I think it’s fair to say that filmmaker Rob Schmidt loves a good death sequence. From the inventive deaths (spears!) in his 2003 Deliverance-on-acid “Wrong Turn” to the numerous slaughtering in his new film “The Alphabet Killer” he’s clearly a director who knows how to structure a good demise.
CLINT MORRIS talks to the talented filmmaker about his latest flick.
Rob, how did this movie come about?
It was an offer situation.Â I’ve done a lot of reading on true crime and serial murder and I was interested in the case of the double letter murders or Alphabet Killings so I said yes. It’s appealing to make something that draws attention to the murders, since they remain unsolved.Â For a long time a firefighter that died around the time of the last murder had been unofficially blamed for the murders.Â Because of the attention around Alphabet Killer, officials exhumed his body to tie him by dna evidence.Â What they discovered was that he did not commit the rape/murders, so his family has been freed from that shame.
Did you always envision Eliza Duhsku (from your film Wrong Turn) in the lead?
When I was offered the project I got really excited about making it with Eliza Dushku.Â Eliza is at the point where she can play women and I thought it would be a great way for her to move forwardÂ playing an interesting character on a strange journey.
How had she grown as an actress since you last worked together?
Eliza, in addition to being beautiful, is very smart.Â Whenever I see her she’s into something new and growing past what I expected of her.Â She was in Iran this last year, she’s all over the place, learning and growing.
How close to the truth is the film’s storyline?
The film shifts away from the true facts of the case.Â I didn’t want to make another police procedural about a serial killer, they’ve already been made well by folks with considerably more money than us.Â Alphabet Killer is a more personal film about some little girls that were raped and murdered and how that impacted one woman played by Eliza.Â It’s a supernaturalÂ thriller, a ghost story of sorts, I guess.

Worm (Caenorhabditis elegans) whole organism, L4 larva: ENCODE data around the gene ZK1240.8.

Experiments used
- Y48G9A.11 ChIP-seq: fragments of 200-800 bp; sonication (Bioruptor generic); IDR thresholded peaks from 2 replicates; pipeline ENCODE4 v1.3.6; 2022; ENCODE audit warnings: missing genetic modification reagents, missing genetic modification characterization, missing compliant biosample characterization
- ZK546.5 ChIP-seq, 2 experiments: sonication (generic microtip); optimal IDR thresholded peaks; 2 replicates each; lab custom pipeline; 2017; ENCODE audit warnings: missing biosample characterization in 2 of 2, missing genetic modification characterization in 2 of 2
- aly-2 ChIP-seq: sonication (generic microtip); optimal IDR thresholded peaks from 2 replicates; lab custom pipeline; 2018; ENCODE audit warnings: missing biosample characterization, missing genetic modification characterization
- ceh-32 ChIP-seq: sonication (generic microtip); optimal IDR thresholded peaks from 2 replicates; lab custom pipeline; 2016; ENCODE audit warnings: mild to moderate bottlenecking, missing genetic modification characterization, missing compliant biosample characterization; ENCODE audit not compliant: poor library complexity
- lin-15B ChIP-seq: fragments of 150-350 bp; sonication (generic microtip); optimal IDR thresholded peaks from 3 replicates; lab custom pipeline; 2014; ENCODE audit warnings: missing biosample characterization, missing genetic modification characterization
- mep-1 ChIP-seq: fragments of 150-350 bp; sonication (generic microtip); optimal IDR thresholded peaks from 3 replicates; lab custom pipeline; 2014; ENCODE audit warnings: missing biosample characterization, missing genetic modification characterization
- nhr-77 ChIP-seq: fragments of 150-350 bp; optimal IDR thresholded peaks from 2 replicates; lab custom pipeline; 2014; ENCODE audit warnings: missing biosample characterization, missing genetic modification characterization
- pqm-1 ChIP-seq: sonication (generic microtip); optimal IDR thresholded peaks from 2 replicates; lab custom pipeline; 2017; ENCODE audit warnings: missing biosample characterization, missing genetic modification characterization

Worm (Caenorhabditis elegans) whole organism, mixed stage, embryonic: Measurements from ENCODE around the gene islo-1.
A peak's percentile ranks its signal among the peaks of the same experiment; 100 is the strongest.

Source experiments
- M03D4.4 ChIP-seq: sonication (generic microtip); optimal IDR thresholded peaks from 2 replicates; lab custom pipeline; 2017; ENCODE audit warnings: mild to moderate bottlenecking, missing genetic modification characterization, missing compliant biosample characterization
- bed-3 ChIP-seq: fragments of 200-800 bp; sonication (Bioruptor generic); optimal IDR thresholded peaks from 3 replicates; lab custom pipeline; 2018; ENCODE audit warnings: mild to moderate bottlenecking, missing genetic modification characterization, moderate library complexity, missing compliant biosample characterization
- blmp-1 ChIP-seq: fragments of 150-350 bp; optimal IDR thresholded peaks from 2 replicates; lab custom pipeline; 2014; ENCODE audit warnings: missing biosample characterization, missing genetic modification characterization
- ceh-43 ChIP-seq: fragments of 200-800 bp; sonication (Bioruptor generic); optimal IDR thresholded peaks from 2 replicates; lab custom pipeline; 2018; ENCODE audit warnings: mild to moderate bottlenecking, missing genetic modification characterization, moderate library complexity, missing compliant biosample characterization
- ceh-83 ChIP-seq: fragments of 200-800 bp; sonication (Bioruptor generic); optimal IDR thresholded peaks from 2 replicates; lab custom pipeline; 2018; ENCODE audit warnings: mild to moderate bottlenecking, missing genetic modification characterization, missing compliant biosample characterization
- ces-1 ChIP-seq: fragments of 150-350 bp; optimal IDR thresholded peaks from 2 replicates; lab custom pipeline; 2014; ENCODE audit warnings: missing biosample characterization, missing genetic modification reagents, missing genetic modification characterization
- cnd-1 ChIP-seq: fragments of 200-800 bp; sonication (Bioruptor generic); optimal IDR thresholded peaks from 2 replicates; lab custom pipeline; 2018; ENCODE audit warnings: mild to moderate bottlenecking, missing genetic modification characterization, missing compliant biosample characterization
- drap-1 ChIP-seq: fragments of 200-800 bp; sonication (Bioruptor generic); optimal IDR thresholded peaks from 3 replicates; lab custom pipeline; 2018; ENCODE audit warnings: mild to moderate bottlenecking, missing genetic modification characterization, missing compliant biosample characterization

Was it any easy film to get up and get financed?
The movie was financed when I came on so, yes, for me anyway.Â I suspect there was the usual struggle, I was just lucky enough to miss it this time.
What a support cast? Who jumped aboard first?
I did, then Eliza, then a number of my friends, Bill Mosely, Tom NoonanÂ &Â Michael Ironside.Â Timothy Hutton and Cary Elwes were towards the end of the casting process.
Off-topic… What did you think of the “Wrong Turn” sequel? Would you and Eliza ever consider coming back to do one of the sequels?
Joe’s sequel is good.Â It’s a bit of a horror comedy, but it’s good.Â I’m very pleased to be sequelized.Â If there was a theatrical release for a Wrong Turn sequel I reckon Eliza and I would consider it but the industry is really into direct to consumer sequels right now.Â It’s a little sad with Stan Winston having died.
What can you tell me about “Bad Meat”? Stars Dave Franco, right?
Dave Franco is the star of Bad Meat.Â Definitely a graphic horror unlike Alphabet Killer, which is a supernatural thriller without a lot of gore.Â Bad MeatÂ will be a very disturbing little movie, it’s loaded with gore, vomit, and even a bit of anal penetration.